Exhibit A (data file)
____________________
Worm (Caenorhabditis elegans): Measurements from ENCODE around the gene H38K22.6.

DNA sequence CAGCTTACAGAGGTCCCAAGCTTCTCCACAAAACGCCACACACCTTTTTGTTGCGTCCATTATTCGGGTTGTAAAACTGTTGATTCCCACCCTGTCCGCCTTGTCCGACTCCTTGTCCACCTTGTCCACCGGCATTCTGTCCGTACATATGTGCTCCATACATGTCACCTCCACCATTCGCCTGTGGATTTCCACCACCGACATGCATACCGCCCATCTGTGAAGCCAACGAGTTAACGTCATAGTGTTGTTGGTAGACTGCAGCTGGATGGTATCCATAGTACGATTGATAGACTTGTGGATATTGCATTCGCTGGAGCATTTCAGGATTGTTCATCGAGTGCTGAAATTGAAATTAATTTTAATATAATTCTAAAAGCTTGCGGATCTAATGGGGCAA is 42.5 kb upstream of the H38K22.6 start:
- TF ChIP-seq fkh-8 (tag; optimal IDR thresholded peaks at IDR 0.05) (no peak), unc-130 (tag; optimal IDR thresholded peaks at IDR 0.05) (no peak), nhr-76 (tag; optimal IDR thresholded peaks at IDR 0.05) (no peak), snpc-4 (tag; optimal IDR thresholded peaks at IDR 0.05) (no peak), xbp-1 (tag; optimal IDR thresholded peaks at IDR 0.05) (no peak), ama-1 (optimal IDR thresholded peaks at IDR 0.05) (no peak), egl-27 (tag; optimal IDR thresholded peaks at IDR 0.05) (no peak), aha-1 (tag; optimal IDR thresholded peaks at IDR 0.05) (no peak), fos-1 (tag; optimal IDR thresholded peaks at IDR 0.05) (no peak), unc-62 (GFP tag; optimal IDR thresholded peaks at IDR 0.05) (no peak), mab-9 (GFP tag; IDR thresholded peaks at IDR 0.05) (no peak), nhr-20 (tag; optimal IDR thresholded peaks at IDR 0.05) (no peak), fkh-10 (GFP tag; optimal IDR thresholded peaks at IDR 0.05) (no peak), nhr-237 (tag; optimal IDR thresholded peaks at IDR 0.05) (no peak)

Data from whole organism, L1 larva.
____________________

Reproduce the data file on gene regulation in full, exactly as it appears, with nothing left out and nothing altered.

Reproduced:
Worm (Caenorhabditis elegans): Measurements from ENCODE around the gene H38K22.6.

DNA sequence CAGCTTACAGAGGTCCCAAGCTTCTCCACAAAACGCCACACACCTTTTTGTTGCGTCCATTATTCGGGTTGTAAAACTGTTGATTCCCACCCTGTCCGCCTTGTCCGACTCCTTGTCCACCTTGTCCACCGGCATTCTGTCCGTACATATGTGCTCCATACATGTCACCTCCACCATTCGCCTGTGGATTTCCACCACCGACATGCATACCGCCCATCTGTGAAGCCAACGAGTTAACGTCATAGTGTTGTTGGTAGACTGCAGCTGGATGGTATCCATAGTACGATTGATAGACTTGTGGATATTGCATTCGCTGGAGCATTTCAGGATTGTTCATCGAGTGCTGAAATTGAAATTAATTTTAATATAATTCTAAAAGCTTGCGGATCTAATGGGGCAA is 42.5 kb upstream of the H38K22.6 start:
- TF ChIP-seq fkh-8 (tag; optimal IDR thresholded peaks at IDR 0.05) (no peak), unc-130 (tag; optimal IDR thresholded peaks at IDR 0.05) (no peak), nhr-76 (tag; optimal IDR thresholded peaks at IDR 0.05) (no peak), snpc-4 (tag; optimal IDR thresholded peaks at IDR 0.05) (no peak), xbp-1 (tag; optimal IDR thresholded peaks at IDR 0.05) (no peak), ama-1 (optimal IDR thresholded peaks at IDR 0.05) (no peak), egl-27 (tag; optimal IDR thresholded peaks at IDR 0.05) (no peak), aha-1 (tag; optimal IDR thresholded peaks at IDR 0.05) (no peak), fos-1 (tag; optimal IDR thresholded peaks at IDR 0.05) (no peak), unc-62 (GFP tag; optimal IDR thresholded peaks at IDR 0.05) (no peak), mab-9 (GFP tag; IDR thresholded peaks at IDR 0.05) (no peak), nhr-20 (tag; optimal IDR thresholded peaks at IDR 0.05) (no peak), fkh-10 (GFP tag; optimal IDR thresholded peaks at IDR 0.05) (no peak), nhr-237 (tag; optimal IDR thresholded peaks at IDR 0.05) (no peak)

Data from whole organism, L1 larva.